Disclaimer. Don't rely on these old notes in lieu of reading the literature, but they can jog your memory. As a grad student long ago, my peers and I collaborated to write and exchange summaries of political science research. I posted them to a wiki-style website. "Wikisum" is now dead but archived here. I cannot vouch for these notes' accuracy, nor can I even say who wrote them. If you have more recent summaries to add to this collection, send them my way I guess. Sorry for the ads; they cover the costs of keeping this online.
Berinsky. 1999. The two faces of public opinion. AJPS 43 (4).
People hesitate to give surveyors socially undesirable answers. Thus, surveys underestimated opposition to forced integration of the schools, and they overestimated the black candidate's support in the 1989 NYC mayoral race: those with racist views simply claimed that they had no opinion. Thus, social desirability leads to a selection bias: Those with socially unattractive opinions abstan from certain questions, claiming they have no opinion.
Berinsky demonstrates an empirical technique for estimating the degree of bias introduced by this problem. Basically, he uses a bunch of variables to predict two things: (1) How likely are you to support integration (the "outcome" equation), and (2) how likely are you to abstain from the question (the "selection" equation). By noting the variables that predict abstention, he can identify the types of people who are more likely to abstain, and then weight the responses of those who did respond.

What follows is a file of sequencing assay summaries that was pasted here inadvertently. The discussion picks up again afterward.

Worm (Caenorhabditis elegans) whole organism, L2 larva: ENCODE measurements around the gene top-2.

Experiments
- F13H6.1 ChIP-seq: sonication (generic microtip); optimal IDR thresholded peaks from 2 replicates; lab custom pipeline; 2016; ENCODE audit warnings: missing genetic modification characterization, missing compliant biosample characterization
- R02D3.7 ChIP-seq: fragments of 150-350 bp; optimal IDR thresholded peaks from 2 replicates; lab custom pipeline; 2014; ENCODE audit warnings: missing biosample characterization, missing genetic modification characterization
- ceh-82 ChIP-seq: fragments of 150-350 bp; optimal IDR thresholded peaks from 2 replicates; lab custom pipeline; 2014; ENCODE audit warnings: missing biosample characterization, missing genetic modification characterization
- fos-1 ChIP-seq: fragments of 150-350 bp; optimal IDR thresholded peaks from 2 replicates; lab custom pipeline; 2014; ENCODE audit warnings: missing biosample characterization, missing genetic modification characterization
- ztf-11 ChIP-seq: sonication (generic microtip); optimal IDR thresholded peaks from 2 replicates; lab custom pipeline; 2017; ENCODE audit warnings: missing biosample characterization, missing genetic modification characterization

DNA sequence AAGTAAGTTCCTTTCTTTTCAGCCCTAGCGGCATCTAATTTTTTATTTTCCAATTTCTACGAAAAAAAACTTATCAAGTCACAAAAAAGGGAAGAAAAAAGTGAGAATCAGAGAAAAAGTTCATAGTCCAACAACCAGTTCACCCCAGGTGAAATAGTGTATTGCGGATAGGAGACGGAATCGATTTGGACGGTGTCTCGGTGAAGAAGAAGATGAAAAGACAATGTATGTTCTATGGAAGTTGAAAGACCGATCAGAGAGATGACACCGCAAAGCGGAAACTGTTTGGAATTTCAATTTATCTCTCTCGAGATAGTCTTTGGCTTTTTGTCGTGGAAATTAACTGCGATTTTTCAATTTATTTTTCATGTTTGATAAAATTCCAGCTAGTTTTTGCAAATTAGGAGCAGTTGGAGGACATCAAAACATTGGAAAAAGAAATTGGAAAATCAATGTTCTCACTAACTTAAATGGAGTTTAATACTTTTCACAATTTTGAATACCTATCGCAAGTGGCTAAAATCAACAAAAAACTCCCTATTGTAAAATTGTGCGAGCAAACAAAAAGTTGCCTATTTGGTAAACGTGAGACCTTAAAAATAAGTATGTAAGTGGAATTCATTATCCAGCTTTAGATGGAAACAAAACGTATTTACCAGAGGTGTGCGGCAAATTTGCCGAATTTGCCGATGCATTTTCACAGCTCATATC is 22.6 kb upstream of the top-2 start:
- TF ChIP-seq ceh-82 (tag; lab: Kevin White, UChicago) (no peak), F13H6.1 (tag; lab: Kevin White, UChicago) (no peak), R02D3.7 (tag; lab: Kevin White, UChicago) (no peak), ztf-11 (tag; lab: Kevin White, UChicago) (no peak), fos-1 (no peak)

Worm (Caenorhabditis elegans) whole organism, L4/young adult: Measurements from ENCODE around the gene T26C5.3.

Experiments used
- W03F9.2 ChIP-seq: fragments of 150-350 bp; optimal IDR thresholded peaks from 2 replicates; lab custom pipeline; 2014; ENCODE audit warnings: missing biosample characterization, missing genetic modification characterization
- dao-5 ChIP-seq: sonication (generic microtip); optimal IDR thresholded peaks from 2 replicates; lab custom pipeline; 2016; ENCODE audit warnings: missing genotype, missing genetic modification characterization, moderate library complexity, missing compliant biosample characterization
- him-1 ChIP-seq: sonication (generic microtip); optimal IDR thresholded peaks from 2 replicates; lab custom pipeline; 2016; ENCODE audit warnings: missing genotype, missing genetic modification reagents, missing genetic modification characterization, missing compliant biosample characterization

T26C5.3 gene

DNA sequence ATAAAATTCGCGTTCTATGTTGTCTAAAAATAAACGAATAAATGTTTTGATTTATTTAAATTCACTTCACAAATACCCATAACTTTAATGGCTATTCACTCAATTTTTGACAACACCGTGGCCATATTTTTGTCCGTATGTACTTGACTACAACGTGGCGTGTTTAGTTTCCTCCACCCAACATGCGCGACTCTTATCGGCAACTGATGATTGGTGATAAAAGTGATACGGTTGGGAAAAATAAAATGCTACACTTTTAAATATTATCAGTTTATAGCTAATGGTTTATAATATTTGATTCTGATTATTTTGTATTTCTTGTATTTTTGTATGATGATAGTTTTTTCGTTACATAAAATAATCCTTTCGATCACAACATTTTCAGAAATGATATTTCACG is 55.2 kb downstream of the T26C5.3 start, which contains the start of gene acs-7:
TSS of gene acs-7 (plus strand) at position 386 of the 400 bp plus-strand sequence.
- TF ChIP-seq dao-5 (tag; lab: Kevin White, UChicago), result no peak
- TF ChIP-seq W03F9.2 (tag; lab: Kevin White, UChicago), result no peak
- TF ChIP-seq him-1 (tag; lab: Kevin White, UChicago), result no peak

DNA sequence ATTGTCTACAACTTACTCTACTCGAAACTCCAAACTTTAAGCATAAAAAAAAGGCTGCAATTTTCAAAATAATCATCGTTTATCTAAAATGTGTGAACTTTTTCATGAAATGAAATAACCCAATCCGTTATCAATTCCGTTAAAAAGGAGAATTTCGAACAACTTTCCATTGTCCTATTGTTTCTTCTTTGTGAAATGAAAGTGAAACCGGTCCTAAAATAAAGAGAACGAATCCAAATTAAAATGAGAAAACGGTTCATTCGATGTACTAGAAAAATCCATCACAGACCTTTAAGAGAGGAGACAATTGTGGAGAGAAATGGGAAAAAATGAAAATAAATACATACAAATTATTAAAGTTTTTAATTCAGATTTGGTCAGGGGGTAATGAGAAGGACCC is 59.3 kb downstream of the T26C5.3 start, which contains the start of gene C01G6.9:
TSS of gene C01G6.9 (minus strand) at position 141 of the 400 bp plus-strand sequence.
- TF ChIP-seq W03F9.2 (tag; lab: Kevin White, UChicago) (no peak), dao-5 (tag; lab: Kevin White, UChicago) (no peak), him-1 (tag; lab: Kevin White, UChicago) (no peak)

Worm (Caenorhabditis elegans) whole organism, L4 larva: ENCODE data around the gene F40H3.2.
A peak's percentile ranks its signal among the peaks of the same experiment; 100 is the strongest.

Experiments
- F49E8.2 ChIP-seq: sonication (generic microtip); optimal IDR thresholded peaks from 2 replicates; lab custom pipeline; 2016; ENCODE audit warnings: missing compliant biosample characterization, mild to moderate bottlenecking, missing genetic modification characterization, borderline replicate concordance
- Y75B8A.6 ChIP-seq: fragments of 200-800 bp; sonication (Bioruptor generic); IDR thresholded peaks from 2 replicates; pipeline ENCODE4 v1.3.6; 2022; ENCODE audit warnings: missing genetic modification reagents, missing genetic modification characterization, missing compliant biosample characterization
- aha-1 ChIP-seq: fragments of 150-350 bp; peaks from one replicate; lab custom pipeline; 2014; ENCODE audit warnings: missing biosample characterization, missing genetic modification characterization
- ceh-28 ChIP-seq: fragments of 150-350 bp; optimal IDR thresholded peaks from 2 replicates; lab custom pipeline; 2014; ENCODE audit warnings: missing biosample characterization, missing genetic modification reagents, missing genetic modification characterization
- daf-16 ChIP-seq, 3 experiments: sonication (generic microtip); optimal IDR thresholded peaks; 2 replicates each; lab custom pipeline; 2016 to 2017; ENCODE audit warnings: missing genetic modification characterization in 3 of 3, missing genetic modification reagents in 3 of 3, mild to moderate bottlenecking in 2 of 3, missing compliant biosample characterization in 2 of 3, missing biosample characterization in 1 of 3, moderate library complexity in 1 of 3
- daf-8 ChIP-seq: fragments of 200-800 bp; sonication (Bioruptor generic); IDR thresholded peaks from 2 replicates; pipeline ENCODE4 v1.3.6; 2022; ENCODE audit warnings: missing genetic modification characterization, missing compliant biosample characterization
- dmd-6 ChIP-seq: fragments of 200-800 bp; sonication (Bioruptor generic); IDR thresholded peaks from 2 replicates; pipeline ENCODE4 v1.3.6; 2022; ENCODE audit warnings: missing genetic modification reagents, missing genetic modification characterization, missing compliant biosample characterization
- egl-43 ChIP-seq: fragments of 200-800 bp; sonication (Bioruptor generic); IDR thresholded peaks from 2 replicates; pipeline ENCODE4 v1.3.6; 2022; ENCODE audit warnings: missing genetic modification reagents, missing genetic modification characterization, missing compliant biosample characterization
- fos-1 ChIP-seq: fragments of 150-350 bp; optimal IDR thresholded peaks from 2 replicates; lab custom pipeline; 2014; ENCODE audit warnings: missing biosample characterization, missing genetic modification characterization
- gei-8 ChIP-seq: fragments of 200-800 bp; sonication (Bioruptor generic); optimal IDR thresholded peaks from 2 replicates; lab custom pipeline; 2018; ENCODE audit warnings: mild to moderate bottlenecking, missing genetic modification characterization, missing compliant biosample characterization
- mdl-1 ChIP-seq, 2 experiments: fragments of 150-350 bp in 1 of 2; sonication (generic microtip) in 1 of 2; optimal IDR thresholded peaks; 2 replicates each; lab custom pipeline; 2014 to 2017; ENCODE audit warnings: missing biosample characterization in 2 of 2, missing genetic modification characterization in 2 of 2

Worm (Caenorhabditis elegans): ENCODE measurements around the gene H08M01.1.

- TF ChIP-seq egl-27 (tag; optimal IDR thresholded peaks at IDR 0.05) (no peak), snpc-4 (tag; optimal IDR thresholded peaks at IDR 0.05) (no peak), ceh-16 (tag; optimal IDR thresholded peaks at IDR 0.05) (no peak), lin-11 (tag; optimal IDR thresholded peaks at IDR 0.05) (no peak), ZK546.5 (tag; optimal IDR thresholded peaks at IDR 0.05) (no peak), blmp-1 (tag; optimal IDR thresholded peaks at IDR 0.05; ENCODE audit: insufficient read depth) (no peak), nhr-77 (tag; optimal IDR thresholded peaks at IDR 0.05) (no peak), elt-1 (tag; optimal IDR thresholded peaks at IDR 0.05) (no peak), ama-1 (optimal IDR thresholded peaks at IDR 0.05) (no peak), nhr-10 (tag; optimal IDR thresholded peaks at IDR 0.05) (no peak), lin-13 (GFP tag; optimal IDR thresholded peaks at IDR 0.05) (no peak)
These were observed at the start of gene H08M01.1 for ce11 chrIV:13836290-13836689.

Here's the intuition, though it's not exactly what he did. See Table 1. In the left column, he has used probit to predict the probability of supporting school integration, using a few dozen variables. Obviously, the left column includes only those who actually answered the question; this with socially undesireable answers have claimed not to have an opinion. Based on the coefficients for these demographic and partisan indicators, he calculates the predicted responses for 'all' respondents--including those who claimed not to have an opinion. Thus, he has an estimate of what the general population--including the "abstainers"--really thinks. (Again, that's 'not' what he did, it's just the intuition. What he did is actually rather persuasive.)
He demonstrates that the gap between black and white respondents would have been even larger if everybody had responded, among other things (see Table 1; compare left to right column; right column is "corrected"). Moreover, the effect of having a black interviewer would have been weaker if everybody had responded--because none of the abstainers lied to a black interviewer (they abstained instead), but some of the non-abstainers did lie. On the aggregate, these selection effects were significant: If everybody had responded, support for integration would have fallen from 49.4 to 35.9 percent.
The less persuasive part is his application to the NYC 1989 mayoral race. Pre-election polls showed Dinkins, the black candidate, enjoying around a 15% lead over Guiliani. On election day, however, he won by only a point or two. Many of those who did not want to support a black candidate (but didn't want to admit it) abstained in the surveys, but voted for Guiliani. Using the same method as described above, he finds that his correction to the surveys matches the findings from the ballot booths.
Research on similar subjects